U.S. crude oil prices rose to a fresh four-month high over $53 a barrel Wednesday as refinery problems in Texas propelled gasoline up to an all-time peak.

U.S. light crude futures on the New York Mercantile Exchange (search) touched $53.09 per barrel, a level not seen since late October, before settling up $1.37 to $53.05. London Brent on the International Petroleum Exchange (search) advanced $1.11 to $51.22 a barrel.

The gains tracked a surge in U.S. gasoline futures to a record high of $1.4850 a gallon.

"This market simply wants to go up," said Kyle Cooper, an analyst with Citigroup Global Markets.

"Gasoline is up because of the refinery issues in Texas, which means there will be a scramble for product in the (U.S.) Gulf Coast," said Ed Silliere, an analyst at Energy Merchant.

An early morning fire at Western Refining Co.'s (search) refinery in El Paso, Texas, shut a gasoline production unit for an undetermined amount of time, a refinery spokesman said.

Elsewhere, a coking unit at Lyondell Citgo's (search) Houston refinery was shut down due to a mechanical failure and a gasoline unit at BP's (BP.L) Texas City refinery was taken down briefly on Tuesday.

The market becomes more sensitive to problems with gasoline production in the world's largest energy consumer in the approach to spring as dealers anticipate rising motor fuel demand for the looming vacation season.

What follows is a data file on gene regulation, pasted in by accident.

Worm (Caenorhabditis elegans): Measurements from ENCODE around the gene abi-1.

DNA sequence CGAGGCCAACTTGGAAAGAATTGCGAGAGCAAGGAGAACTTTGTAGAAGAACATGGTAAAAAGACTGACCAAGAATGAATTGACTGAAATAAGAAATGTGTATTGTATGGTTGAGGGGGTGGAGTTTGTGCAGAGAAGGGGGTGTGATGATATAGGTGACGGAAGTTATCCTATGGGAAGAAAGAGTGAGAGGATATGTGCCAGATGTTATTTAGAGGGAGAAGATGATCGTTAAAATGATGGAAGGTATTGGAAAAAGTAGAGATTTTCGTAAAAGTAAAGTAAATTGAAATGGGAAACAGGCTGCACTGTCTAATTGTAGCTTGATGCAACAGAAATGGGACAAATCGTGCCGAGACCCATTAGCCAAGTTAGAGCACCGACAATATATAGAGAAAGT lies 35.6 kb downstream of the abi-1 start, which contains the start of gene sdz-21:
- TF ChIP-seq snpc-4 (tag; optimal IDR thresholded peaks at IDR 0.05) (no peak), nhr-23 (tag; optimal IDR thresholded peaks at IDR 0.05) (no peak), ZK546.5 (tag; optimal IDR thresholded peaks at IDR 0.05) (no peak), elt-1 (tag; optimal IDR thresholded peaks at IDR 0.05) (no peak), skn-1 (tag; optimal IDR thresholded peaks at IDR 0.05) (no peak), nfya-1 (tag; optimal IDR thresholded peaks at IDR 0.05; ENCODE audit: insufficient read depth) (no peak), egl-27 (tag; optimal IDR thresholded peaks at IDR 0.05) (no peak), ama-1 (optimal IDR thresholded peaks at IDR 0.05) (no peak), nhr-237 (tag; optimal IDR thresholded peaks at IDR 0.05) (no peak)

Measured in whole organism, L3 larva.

The gains throughout the petroleum complex came despite a bearish inventory report from the U.S. Energy Information Administration showing increases last week in national crude and gasoline stockpiles, which have each amassed a roughly 9 percent year-on-year surplus.

The EIA's weekly report showed distillate inventories down in the same week, but holding in the normal range, and a decline in refinery activity of nearly one percentage point to 89.3 percent of capacity.

Traders have noted substantial buying interest seizing on every downturn the market has taken of late, with many dealers attributing the bullishness to big money investment funds.

"Each time prices showed signs of moving down, the dips get bought fairly quickly and they go back up," said Tony Nunan, manager at the petroleum section of Mitsubishi Corp.

He added that the bullish underlying fundamentals continued to support the lofty prices.

"It would seem that the market is more focused on the macro factors like OPEC (search) having little spare capacity, strong demand from the U.S., China and India. This is the best chance for prices to fall and if they don't fall now, I would hate to think what prices will be later."

High prices have led OPEC producers to back away from talk of a possible output cut for the second quarter.

Kuwait, Qatar, Venezuela and Indonesia have come out in favor of keeping OPEC's formal output limits unchanged when the cartel meets in Iran on March 16.

Acting Secretary-General Adnan Shihab-Eldin has said OPEC saw a growing consensus that a $40-50 range was sustainable, backing up comments by Saudi Oil Minister Ali al-Naimi last week that prices could stay in that range this year.